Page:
Tuesday, September 12, 2006

Stretch Marks

By Brandi M. Seals

The words stretch marks strike terror in many people, especially those who are pregnant. It seems everyone has a story about stretch marks that they just have to share with the expectant mother. There are tales of horror where the stretch marks took over the whole body. There are tales of no stretch marks, except maybe one itty bitty one over here. Regardless of how the story goes, there is always a home remedy that someone absolutely swears by or one that did them wrong.

Stretch marks are thin reddish lines that can form on the stomach during pregnancy. You may have had a prior run in with stretch marks during puberty. They seem to like to hang out on the stomach, breast, thighs, and butt. Stretch marks fade with time, but they never quite disappear completely. They fade to a silver color and become less noticeable.

Stretch marks are caused by the weakening and/or tearing of the skin fibers. It can happen when there is a significant weight gain during a short period of time. That describes pregnancy to a t so it is no surprise that pregnant women often end up with stretch marks.

Stretch marks may start to appear late in the first trimester or in beginning of the second. While they are more common during the third trimester, some women start to see them as early as 3 to 4 months into the pregnancy.

Many women swear by cocoa butter or other creams. They believe that by frequently lubricating the skin, the skin fibers will not break down as they begin to stretch. However, while you may enjoy rubbing lotion on your belly, it does not do much in way of preventing the marks.

The number of stretch marks one get depends is directly relational to how elastic her skin is. Elasticity of skin tends to relate to genetic make up. So if your mom had a bunch of stretch marks while she was pregnant with you, chances are you will run into the same problem. Think back to puberty, did you get stretch marks then? The answer to that question may speak a lot to what will happen to your body over the next several months.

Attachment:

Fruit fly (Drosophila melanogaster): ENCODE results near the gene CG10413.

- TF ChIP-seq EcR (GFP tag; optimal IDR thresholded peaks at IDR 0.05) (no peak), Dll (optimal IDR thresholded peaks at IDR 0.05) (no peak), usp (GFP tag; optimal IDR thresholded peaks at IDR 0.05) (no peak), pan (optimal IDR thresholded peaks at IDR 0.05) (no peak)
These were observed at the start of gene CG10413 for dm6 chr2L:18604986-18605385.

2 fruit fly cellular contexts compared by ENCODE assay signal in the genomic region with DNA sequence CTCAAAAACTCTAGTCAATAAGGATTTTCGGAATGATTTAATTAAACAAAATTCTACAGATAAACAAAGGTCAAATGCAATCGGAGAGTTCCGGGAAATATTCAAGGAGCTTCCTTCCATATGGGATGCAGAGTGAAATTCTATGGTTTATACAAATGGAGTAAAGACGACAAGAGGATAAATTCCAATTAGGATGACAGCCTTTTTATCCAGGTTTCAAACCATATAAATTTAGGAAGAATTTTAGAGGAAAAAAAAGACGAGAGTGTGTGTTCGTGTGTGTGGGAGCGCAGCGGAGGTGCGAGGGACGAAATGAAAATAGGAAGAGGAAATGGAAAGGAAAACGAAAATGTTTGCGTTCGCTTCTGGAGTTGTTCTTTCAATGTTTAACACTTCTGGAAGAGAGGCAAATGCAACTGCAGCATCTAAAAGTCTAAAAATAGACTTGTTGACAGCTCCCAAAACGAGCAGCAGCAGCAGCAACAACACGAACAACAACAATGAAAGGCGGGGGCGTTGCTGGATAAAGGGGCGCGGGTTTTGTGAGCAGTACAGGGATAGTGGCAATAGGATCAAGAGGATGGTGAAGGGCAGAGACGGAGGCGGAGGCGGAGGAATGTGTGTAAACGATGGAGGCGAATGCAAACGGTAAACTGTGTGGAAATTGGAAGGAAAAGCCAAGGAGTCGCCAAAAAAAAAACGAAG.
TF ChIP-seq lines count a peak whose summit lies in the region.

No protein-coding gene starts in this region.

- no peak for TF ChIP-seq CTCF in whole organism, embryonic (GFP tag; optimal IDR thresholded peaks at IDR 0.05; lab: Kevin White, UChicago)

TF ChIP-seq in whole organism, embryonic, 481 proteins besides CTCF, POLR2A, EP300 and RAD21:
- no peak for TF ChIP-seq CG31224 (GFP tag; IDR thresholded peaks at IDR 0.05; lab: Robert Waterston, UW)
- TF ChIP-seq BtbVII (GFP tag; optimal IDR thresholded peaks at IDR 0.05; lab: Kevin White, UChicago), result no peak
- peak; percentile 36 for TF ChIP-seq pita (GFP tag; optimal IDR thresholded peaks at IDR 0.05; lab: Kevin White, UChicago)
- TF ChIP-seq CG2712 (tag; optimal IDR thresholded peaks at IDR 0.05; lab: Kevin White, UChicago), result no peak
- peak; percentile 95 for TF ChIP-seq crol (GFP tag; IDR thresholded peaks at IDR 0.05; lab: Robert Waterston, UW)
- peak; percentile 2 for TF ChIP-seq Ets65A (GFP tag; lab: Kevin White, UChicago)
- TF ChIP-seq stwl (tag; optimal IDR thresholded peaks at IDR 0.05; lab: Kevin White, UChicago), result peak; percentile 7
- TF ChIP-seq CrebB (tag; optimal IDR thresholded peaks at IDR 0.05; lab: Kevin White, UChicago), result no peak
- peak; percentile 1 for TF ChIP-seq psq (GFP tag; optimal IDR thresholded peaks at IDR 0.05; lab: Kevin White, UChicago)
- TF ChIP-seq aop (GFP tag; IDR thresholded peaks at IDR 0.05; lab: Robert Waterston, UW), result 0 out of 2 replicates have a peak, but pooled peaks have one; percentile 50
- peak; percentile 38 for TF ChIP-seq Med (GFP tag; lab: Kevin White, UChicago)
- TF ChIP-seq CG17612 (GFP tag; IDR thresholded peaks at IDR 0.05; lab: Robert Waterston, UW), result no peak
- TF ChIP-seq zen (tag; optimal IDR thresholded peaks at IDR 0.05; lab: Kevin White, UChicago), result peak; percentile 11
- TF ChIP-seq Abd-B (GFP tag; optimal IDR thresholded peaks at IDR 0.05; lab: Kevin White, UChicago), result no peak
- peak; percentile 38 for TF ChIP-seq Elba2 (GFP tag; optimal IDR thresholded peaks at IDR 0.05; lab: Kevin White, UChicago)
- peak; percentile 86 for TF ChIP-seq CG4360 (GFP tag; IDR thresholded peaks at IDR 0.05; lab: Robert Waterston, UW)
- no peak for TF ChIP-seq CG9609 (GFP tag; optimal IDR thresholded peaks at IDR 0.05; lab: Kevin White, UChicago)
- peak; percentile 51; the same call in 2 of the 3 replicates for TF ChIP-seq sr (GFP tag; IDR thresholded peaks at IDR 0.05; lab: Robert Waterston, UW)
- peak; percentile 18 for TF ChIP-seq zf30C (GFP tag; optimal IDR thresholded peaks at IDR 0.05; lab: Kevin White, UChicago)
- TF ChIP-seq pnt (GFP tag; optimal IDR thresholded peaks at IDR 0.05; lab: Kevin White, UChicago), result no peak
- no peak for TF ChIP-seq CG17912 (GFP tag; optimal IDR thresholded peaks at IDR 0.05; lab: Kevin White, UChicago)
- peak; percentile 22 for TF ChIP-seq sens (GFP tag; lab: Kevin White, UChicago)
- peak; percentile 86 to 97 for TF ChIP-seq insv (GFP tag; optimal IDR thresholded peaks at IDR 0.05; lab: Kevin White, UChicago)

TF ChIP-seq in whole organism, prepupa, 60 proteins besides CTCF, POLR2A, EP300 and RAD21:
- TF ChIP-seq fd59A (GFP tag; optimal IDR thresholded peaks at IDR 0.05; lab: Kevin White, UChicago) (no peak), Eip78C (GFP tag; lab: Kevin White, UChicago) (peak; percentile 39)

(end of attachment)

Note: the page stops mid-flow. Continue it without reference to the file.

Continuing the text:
The more weight that is gained during pregnancy the more likely you are to have stretch marks. Skin is normally very elastic and capable of stretching; however for some women they may gain pregnancy weight rapidly and that probably will result in stretch marks. Of course women carrying multiple babies at once are more likely to get stretch marks because they are holding in two or more kids.

Some women are just more likely to develop stretch marks. If you have had them with a previous pregnancy, expect to get them again. If you are currently overweight or gain more weight than is recommended, you will probably have stretch marks.

Doctors generally recommend that women gain 25-35 pounds with the pregnancy. Anything over that is really probably more than your skin can handle. In addition, staying hydrated and well nourished has many benefits. One being that generally the better hydrated and well nourished you are the less likely you are to develop serious stretch marks.

If your stretch marks are very bad, you might want to consult with your doctor or a dermatologist. Some topical treatments such as tretinoin cream can help reduce stretch marks. However, these creams must be used after pregnancy because they can cause defects in your unborn baby. Usually topical treatments like this should be used shortly after delivery, before the marks begin to fade. The more time that passes between the delivery and use of cream, the less likely they are to be effective.

If you are breastfeeding, consult with your doctor before using any stretch mark treatments. Some treatments may affect your milk supply or pass through the breast milk.

For women who truly cannot live with the stretch marks, there are a few treatments available. Special laser treatments may improve the skins elasticity and help reduce stretch marks. Plastic surgery is another option. A tummy tuck can help hide some stretch marks and reduce sagging skin.

For women not willing to go that far, keep in mind that those stretch marks came with the birth of your baby. You certainly would not want to forgo the baby just to avoid some marks that will fade over time. So wear them proudly.

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